Rachel Neumann on what it was like to simultaneously navigate the pandemic and the wildfires that ravaged the West Coast.
I remember when the pandemic was a novel event, the thing that was happening. My partner and I would urgently flutter around the house. We stocked up on Tylenol, checked our temperatures, traded rumors with the neighbors, and drove across town in search of yeast, toilet paper, and eggs. Our home was filled with the constant sound of handwashing, and at our nightly online meetings, three generations of our family would press faces to screens, trying to reach out to each other for comfort. We mourned those who had died while keeping a glance over our shoulder, sure we were next.
This was long ago. Now corona is just the background while other things happen. We’ve settled in for this long season of mask-wearing and isolation. The dust bunnies in the corners of our house have grown into dust elephants, holding forth in their own long conversations. My meditation cushion is shoved far under the couch. We have ceded the living room to the elephants, the dining table to the teenagers. And the marital bed—the site that is supposed to be the locus of the unconscious, deep rest, and sensual pleasure—has been repurposed as our Zoom office. After all, it gets the best light and has the plainest background.
When I go out, I wrap myself in so many layers of protection against virus and smoke that I can’t seem to unravel them all when I get home.
Corona season requires layers. On the little cabinet by the door where we used to keep a basket of rocks and other found treasures, we now keep a multiplying assortment of masks, hand sanitizers, and gloves. In the bottom of the cabinet, where we used to keep the odds and ends people left at our house at parties, we keep more masks and sanitizer and gloves. No guest has been in our house for months, so no one leaves anything behind.
The weather changes. Footsteps wipe away the Black Lives Matter sign chalked on the sidewalk, and a new one appears. A friend’s father, a janitor, dies of virus complications. During the online memorial, we freeze in our grief, the connection unstable. The season continues. We protest louder. Is this thing on? Our voices are muffled through our masks.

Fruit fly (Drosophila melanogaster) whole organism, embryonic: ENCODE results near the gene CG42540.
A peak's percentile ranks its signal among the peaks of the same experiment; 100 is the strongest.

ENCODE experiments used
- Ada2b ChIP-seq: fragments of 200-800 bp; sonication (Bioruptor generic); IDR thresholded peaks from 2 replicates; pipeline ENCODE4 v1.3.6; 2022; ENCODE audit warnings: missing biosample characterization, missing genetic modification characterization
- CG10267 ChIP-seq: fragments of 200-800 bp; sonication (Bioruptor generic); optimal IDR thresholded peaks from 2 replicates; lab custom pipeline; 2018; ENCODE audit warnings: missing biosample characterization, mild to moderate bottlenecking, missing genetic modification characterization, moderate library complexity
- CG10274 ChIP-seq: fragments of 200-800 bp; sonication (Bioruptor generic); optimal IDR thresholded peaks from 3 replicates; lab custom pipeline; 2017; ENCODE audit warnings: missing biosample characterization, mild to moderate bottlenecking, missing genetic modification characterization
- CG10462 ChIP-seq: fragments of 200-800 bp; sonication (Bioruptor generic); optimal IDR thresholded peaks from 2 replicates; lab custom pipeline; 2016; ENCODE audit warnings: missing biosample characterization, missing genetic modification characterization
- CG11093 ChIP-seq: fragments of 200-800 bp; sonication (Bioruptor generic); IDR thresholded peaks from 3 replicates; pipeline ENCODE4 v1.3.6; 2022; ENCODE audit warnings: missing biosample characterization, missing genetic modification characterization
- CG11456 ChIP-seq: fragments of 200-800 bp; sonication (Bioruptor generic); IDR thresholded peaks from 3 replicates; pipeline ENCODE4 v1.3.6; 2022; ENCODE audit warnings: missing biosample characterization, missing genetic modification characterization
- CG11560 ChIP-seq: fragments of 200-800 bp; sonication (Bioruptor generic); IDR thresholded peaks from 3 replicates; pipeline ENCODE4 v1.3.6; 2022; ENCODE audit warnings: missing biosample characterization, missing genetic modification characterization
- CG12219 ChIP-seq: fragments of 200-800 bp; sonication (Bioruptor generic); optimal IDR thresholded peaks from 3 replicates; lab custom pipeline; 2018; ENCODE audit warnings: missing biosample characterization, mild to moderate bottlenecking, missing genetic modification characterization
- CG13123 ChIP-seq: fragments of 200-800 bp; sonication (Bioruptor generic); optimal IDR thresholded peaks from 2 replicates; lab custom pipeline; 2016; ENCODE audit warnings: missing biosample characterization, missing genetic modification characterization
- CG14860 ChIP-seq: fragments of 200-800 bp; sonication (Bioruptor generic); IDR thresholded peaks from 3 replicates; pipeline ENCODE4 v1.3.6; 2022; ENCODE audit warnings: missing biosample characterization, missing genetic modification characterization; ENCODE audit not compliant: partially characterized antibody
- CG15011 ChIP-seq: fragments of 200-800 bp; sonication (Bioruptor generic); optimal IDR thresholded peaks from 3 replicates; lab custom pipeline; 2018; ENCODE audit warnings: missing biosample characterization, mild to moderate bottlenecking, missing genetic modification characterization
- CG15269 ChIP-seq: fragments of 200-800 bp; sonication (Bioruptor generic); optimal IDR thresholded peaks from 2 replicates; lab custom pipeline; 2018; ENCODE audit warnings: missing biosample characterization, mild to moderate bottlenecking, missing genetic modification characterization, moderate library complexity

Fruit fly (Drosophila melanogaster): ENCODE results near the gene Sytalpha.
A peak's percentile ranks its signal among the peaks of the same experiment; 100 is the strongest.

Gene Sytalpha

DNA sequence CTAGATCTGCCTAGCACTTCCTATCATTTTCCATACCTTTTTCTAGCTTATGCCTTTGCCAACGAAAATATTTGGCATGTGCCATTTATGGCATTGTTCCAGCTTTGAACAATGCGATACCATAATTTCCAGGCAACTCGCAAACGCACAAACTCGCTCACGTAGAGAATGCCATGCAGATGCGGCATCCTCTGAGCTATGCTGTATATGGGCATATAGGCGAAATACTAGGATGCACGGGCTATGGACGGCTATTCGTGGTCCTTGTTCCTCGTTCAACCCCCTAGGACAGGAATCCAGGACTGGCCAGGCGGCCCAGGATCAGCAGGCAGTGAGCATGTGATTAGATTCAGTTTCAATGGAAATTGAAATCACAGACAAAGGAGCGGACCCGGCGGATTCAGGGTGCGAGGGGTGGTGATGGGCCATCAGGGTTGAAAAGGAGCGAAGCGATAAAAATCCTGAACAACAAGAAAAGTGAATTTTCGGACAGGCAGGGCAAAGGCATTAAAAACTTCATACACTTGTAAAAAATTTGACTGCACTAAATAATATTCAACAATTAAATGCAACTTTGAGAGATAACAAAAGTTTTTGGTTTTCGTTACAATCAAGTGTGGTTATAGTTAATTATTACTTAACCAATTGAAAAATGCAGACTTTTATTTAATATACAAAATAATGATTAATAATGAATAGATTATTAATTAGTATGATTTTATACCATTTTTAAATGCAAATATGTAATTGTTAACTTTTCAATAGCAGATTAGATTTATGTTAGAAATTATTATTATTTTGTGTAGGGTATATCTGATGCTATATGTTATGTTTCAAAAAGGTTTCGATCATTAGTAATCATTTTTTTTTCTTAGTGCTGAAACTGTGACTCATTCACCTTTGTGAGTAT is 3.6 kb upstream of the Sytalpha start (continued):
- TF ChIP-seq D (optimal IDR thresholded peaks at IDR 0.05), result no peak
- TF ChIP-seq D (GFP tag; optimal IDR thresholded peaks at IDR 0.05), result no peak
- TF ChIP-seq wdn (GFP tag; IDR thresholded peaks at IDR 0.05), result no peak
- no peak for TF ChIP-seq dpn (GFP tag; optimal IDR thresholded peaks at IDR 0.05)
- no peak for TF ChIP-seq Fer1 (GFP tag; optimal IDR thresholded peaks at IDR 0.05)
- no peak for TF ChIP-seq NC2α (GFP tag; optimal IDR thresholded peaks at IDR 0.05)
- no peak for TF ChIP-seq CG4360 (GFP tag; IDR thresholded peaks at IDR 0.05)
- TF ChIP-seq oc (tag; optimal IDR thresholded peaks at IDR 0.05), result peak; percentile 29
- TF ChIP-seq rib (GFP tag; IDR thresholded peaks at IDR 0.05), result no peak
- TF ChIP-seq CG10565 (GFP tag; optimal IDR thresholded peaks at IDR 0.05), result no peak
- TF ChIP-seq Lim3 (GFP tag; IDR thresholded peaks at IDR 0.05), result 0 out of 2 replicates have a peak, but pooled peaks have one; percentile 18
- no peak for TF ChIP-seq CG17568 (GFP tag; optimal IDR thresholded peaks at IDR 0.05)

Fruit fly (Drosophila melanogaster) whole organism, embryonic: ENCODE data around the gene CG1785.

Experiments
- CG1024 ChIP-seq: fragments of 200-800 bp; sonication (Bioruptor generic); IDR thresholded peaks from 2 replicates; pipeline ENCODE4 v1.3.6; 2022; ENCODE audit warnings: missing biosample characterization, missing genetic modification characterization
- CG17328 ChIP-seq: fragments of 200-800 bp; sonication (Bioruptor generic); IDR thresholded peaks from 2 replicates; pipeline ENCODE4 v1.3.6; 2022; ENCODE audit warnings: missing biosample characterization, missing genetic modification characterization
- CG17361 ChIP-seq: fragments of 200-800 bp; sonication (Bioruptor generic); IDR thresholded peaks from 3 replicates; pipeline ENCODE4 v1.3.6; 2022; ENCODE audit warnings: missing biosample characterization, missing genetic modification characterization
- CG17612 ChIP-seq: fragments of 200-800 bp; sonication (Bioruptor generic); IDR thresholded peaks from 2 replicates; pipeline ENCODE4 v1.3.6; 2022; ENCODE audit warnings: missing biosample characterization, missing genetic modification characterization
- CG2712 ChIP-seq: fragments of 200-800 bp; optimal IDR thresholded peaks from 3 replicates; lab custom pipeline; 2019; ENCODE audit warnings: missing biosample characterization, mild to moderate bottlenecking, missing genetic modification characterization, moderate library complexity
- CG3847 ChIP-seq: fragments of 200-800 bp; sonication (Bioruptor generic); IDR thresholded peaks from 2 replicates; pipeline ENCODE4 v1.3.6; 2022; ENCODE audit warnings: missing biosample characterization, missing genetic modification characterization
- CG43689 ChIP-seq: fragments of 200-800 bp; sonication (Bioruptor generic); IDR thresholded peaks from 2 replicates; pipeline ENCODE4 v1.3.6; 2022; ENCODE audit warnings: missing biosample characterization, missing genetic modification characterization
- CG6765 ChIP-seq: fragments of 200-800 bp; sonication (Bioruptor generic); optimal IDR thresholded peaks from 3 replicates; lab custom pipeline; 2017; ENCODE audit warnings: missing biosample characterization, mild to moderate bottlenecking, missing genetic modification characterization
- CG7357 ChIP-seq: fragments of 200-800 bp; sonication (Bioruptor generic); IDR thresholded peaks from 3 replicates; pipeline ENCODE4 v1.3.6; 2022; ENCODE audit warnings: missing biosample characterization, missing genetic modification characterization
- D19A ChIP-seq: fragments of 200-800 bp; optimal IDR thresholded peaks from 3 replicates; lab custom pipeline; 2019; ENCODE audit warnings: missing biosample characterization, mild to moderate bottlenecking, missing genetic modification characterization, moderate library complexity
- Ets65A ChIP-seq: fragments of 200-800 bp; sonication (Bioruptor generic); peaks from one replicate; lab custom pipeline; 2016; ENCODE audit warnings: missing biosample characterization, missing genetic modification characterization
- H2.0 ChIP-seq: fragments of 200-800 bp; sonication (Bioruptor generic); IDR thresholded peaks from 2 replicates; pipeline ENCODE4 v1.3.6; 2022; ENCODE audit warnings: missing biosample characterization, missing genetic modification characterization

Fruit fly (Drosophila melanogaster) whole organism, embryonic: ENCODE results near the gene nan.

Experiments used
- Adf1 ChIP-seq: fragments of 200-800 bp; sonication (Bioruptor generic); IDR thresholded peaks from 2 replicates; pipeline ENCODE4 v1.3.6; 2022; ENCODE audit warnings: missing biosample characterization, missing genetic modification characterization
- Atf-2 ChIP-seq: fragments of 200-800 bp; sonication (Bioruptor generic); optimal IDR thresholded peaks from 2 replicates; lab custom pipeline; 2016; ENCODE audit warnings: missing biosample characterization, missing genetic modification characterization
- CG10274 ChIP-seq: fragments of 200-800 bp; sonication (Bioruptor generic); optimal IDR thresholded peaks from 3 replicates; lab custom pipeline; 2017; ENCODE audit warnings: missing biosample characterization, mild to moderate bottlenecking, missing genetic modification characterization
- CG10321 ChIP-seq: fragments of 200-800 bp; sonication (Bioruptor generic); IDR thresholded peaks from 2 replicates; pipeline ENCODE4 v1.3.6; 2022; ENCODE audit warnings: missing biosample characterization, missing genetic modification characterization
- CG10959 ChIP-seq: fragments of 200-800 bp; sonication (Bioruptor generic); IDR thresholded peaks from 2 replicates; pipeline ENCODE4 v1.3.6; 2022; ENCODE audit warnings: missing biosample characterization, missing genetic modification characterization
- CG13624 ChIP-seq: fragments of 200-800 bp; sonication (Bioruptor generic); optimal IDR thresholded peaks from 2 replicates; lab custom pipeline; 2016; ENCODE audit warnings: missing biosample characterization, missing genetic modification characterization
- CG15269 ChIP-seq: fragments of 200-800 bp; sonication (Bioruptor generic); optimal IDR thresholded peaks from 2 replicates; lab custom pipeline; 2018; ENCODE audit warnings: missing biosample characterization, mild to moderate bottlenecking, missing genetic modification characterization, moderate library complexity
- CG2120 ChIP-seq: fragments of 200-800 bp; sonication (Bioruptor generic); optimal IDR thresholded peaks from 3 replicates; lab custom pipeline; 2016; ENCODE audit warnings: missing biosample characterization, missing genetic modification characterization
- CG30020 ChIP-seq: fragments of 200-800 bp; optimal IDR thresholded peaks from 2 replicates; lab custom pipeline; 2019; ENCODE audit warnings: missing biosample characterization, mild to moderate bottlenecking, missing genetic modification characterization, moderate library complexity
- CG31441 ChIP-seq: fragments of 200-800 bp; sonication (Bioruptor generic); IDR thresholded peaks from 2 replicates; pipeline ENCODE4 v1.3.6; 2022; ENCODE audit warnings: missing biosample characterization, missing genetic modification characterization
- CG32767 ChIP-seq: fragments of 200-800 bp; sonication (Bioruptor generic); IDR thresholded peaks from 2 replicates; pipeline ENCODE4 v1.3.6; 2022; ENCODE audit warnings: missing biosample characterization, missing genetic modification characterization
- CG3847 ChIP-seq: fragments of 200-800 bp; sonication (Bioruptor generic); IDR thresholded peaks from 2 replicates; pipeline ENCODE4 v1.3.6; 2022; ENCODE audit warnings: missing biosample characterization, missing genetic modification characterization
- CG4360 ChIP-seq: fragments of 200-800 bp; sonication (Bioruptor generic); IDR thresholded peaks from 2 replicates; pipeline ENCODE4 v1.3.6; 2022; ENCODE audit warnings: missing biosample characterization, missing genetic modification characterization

Sometime during the season, smoke arrives at the front door. I first smell it when I go out to move the trash cans. Soon we can’t go outside. Ash falls in my eye when I look up. The West Coast wildfires started early this year, a combination of lightning, record high temperatures, and years of fire mismanagement. Clear cutting and absolute suppression of fires for decades results in a lot of fuel quick to burn out of control. It’s a good reminder: whatever we don’t acknowledge roars back tenfold.
Smoke season means helping my mother pack her “go bag” and setting up her generator for the formerly unthinkable but now routine blackouts. It also means rummaging in our basement for the air filter we’d buried behind outdoor equipment (bikes and surfboards!) that are now of no use. I guess the good news is that the basket of masks is already by the front door. We add, “How’s the air?” to the daily questions we’d never asked before.
In the middle of the night, my partner’s phone hits me on the head. He has taken to sleeping with it, like a stuffed animal, clutched in his fist. In his restlessness, he flails his arm to ward off whatever is coming next, and the phone flies out and lands hard on my temple.
In other times, I might have revived an old argument about phones in the bedroom. But after a little tension early in the season when we negotiated who wasn’t worried enough and who was too worried, we no longer fight. We are too dulled by the days, too weary, and company is too precious to be worth the anger. There’s no place to stomp off to and there’s no way to keep track of time. How would I know if I’d been mad for hours or days or just minutes? Better to save our energy for evacuation.